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Zendaya is arguably one of the most stylish celebrities and has been slaying looks for several years (even though she’s only 21!), but according to her longtime stylist Law Roach, the actress/singer rose to the top of the fashion game despite luxury fashion labels declining to dress her in the past.
During The Hollywood Reporter’s first Stylist Roundtable, Roach candidly revealed, “Zendaya made it to the cover of Vogue. She has never worn Valentino, she has never worn Gucci, she has never worn Chanel. She only wore Dolce [& Gabbana] when she got a Dolce [& Gabbana] campaign. We built [her] career and my career using smaller brands and emerging designers to prove a point that it can happen!”
Roach, who also styles Mary J. Blige, further continued, “It’s a big f*ck you because we all know the [public relations] want to bring someone to you because ‘oh she can get her in Valentino’ but what I wanted to prove was that she doesn’t have to be in Valentino to become a fashion girl. So now that everybody wants to dress her, I go back and say ‘Not this season!’”
This isn’t the first time we’ve heard of major fashion designers refusing to dress Hollywood stars particularly when they first are starting out in the industry. In 2016, comedian Leslie Jones revealed on Twitter how no designer would dress her for the Ghostbusters premiere and eventually Christian Siriano came to Jones’ rescue.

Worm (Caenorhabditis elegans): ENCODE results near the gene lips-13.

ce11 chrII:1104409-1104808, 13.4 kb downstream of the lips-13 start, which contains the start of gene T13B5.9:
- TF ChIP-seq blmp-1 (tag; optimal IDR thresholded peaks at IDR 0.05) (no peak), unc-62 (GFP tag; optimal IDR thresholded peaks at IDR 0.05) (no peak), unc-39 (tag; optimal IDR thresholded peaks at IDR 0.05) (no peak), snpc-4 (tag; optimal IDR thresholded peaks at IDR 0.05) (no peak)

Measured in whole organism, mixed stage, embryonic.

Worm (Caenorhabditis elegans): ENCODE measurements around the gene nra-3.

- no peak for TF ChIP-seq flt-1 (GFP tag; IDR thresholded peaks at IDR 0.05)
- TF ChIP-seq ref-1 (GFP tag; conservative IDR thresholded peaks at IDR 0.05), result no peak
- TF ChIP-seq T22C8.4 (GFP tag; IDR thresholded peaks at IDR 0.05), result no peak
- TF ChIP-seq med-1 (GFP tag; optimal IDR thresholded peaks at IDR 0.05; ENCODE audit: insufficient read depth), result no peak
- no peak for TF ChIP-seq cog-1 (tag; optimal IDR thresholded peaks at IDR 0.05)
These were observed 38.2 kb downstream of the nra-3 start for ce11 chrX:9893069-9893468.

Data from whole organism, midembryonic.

Even Beyoncé – yes Queen Bey herself– shared during her acceptance speech for her 2016 CFDA Fashion Icon Award how high-end labels refused to dress Destiny’s Child back in the day and after Tina Knowles was shut down from fashion showrooms, her mom instead created the group’s outfits.
As one Twitter user eloquently put it, Roach’s revelation on Zendaya’s similar experience proves that “sometimes it’s better to create your own path to get to the same goal!”
In the meantime, we can only hope that designers will become more willing and inclusive of dressing up-and-coming stars, especially those with true star potential! Then again, it never hurts to support smaller brands and emerging designers —especially Black designers.
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